For three years, the Chicago Cubs batting order has been a particularly contentious source of debate, with the placement of outfielder Alfonso Soriano dominating the discussion. He came to the team as a leadoff hitter – in name, anyway – but his performance has dictated that it simply isn’t for him anymore (if it ever was). Last year, the team turned to a variety of players to lead off, but predominantly it was Ryan Theriot and Kosuke Fukudome.
This year, the duo will once again be at the top of the order, but manager Lou Piniella has said only that they will be one and two. Which one actually leads off remains to be decided.
Although he only had 161 at-bats in the leadoff spot last, Fukudome led all National League leadoff men with a .404 on-base percentage. He hit only .269 there, but still drew 30 walks. Theriot hit .283 in 173 at-bats in the leadoff spot, with a .354 on-base percentage and 27 strikeouts with 18 walks.
But the Cubs’ lack of balance may force Piniella to bat Theriot first no matter what the numbers suggest. Batting one of only two left-handed hitting starters in the leadoff spot would give Piniella no balance whatsoever. Mike Fontenot would bat seventh if he starts at second, and if Jeff Baker plays second against some right-handers, Fukudome could be their only left-handed hitting position player.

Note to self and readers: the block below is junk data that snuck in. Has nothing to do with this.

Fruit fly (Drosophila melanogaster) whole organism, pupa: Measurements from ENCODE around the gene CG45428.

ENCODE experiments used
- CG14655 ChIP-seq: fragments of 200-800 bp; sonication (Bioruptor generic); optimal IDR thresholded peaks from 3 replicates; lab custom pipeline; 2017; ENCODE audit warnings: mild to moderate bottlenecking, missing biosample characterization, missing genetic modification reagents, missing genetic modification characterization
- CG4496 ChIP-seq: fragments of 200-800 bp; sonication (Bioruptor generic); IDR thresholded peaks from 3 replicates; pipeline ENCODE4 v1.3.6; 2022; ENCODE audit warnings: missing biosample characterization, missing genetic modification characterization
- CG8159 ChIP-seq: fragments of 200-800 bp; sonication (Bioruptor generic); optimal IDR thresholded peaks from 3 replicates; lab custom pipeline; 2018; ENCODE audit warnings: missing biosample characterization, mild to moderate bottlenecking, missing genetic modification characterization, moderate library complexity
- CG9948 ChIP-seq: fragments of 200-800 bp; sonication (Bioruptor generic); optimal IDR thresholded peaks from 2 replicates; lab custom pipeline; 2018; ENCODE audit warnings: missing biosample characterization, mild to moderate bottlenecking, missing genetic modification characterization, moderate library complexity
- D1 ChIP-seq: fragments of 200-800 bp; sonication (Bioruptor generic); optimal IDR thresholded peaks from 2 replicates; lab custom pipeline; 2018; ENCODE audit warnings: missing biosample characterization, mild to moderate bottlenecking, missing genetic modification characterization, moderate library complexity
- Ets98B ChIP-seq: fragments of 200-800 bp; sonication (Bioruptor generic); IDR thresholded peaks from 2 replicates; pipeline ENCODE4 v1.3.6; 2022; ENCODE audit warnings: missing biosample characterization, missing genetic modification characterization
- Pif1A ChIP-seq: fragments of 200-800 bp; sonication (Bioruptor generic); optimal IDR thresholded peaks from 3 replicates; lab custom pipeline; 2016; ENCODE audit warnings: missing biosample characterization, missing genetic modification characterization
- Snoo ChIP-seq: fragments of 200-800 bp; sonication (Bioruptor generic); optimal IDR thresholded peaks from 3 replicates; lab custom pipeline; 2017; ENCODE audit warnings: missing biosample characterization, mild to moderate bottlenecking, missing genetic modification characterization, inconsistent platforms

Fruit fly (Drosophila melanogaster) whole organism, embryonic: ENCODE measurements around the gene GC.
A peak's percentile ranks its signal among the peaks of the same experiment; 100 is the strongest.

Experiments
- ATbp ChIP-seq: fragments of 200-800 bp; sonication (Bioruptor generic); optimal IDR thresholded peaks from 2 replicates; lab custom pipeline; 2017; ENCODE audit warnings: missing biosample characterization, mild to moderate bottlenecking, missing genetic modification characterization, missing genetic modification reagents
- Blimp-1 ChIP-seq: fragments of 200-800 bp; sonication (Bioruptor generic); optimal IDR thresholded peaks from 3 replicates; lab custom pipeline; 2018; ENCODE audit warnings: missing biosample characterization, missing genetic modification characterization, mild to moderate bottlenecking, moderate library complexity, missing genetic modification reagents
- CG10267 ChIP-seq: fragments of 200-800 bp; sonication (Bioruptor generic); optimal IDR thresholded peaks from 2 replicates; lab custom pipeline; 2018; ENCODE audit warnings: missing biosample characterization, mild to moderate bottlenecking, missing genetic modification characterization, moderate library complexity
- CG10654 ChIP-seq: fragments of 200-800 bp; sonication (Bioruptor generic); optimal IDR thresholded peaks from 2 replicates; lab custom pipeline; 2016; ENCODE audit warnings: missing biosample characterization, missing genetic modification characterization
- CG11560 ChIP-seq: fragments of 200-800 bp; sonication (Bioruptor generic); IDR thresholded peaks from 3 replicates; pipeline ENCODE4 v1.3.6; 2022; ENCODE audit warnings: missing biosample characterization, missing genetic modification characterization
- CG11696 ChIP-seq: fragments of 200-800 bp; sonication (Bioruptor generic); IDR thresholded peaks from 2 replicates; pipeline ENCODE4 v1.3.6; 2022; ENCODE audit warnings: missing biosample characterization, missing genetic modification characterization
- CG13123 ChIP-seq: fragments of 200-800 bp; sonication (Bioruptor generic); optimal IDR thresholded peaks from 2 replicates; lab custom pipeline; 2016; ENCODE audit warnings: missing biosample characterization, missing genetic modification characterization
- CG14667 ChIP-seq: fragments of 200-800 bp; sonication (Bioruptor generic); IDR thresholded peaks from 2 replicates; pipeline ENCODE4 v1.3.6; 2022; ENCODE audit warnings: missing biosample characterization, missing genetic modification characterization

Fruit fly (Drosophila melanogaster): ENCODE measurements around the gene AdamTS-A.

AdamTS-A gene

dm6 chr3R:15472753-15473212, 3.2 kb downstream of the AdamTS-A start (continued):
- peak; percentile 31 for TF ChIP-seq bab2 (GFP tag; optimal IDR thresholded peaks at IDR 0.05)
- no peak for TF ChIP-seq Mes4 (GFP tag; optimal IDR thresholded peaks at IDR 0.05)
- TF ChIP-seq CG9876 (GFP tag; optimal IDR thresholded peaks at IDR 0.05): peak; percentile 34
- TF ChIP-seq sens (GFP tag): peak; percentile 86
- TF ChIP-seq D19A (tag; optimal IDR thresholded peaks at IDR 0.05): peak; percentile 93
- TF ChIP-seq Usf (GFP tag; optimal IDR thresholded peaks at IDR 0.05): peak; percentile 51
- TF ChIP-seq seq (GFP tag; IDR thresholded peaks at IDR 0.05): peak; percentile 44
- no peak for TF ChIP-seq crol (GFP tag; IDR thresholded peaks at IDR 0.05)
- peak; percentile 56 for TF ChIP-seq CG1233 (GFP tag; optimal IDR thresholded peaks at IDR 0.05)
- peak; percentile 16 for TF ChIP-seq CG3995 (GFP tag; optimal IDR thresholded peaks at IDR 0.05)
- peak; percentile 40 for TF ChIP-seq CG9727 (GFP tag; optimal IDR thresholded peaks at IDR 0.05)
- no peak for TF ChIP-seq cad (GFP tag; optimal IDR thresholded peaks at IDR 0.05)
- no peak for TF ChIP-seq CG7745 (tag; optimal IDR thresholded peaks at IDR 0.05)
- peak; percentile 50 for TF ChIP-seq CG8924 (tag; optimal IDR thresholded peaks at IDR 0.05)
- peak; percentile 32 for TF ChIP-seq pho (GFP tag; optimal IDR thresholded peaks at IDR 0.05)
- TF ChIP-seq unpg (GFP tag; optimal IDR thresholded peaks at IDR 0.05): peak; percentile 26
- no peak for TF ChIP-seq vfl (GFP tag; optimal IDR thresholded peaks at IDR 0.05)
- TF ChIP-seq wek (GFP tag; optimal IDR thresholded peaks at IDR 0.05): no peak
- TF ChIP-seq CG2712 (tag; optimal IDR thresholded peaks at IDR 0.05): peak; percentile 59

“What are you gonna do?” Piniella said. “We tried to get left-handed. It didn’t (work). We’re just getting the best players we can, and that’s it.” Chicago Breaking Sports.
To me, the answer is so painfully obvious that it wouldn’t even bear discussion if it weren’t for Piniella’s tendencies to refuse to do the painfully obvious. When Fukudome is in the lineup, it is because there’s a righty on the mound. Fukudome sports a career .372 OBP against righties. Theriot’s career OBP against righties? .347. When Fukudome is out of the lineup, it is because there’s a lefty on the mound. Theriot’s career OBP against lefties? .386.
Does this really need more discussion? The answer as to which one leads off is: both of them.